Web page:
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When they get sick.


Just as the parents of older children hop that their child will be exposed to chicken pox when they are still young, a similar concept can be applied to the flu, common colds, etc. Don’t hesitate to sign your child in to daycare for the day just because another child looks a bit under the weather. This is encouraged after infancy however when your baby reaches toddler hood (approximately 16 months) is a good time to ease your concerns about temporary illnesses your child can catch from other toddlers.

The concept behind the necessity of a child being exposed to chicken pox at an early age is that the disease is MUCH more harmful to an adult. And once you have had chicken pox, it is incredibly rare for a person to contract it again. Chicken pox is easier on children, and builds the proper immunity within their bodies to refuse the illness. If your child is not exposed to at least some of the common colds when he or she is young, you can be sure that the experience of becoming ill when he or she is older will be a much more painful one.

Again, exposure to any kind of disease is not going to be a pleasant experience for you or for your child—and yet it is essential that we allow it to happen. As with chicken pox, when your child becomes ill he or she will begin to build immunity to that illness. Not that your child will never get a cold ever again if he or she had a bad cold at eighteen months, but for the next cold the baby’s body will know better how to fight it.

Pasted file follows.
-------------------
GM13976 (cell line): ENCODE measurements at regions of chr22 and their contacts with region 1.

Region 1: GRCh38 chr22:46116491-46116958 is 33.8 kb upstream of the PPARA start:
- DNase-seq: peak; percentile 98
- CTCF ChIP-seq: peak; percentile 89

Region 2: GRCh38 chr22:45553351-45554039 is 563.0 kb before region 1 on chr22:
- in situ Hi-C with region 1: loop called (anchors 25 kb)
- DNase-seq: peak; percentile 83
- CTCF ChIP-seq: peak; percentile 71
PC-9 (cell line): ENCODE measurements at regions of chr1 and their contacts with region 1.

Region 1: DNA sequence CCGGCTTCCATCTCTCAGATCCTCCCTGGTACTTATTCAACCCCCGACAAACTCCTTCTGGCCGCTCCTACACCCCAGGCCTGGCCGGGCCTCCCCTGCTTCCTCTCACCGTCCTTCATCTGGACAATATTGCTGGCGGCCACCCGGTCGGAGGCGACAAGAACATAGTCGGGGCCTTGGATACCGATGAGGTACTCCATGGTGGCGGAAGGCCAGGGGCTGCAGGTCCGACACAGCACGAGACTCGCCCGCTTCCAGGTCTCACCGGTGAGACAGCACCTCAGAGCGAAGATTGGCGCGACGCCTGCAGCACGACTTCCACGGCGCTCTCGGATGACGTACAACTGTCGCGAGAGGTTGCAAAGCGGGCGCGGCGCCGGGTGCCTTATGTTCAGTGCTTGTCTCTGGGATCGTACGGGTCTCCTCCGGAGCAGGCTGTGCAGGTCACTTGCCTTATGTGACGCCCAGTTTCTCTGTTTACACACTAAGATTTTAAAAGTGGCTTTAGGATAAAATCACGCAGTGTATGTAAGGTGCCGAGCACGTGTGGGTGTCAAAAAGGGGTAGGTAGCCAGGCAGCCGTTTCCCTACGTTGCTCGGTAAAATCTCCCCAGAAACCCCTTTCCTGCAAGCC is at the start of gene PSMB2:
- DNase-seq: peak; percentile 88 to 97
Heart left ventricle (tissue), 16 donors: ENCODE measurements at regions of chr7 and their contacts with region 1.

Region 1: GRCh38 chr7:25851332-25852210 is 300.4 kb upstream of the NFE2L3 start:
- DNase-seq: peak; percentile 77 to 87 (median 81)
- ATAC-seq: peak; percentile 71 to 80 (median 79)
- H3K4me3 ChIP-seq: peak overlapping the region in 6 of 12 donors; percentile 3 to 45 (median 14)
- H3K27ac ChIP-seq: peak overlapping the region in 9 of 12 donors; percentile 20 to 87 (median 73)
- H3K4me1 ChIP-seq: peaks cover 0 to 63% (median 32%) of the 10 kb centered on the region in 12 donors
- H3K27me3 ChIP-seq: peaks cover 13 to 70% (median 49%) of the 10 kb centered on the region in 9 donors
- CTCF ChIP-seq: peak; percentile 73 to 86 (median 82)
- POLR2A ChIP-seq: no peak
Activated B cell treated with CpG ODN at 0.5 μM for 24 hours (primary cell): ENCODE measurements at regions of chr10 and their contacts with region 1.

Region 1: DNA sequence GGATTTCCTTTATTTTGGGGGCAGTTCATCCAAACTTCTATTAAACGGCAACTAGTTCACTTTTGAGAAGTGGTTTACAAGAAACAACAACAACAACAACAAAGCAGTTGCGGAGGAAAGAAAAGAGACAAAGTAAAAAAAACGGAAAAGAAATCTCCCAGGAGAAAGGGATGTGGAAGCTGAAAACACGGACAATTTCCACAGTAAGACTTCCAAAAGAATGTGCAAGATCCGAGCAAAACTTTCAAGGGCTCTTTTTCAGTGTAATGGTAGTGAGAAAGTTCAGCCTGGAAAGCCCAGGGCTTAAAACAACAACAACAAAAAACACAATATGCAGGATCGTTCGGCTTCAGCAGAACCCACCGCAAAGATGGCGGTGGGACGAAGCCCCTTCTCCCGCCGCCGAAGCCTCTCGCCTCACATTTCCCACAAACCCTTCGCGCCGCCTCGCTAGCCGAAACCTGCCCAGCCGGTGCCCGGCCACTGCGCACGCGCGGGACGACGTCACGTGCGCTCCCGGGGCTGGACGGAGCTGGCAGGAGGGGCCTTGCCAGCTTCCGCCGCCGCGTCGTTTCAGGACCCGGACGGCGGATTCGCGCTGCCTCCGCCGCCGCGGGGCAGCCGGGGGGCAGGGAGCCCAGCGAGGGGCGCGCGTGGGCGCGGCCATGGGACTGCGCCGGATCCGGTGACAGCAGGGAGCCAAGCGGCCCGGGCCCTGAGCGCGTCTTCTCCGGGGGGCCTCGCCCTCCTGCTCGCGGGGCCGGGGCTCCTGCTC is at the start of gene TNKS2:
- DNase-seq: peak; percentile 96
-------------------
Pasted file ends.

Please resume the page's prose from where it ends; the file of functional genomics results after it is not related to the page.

When we are adults, there are often demands on our time, and getting sick can be more than an inconvenience. If an adult has been exposed to several kinds of illnesses as a child, in adulthood he or she is less likely to suffer as much or as long because biological protection has been built up in his or her immune system by previous exposure.

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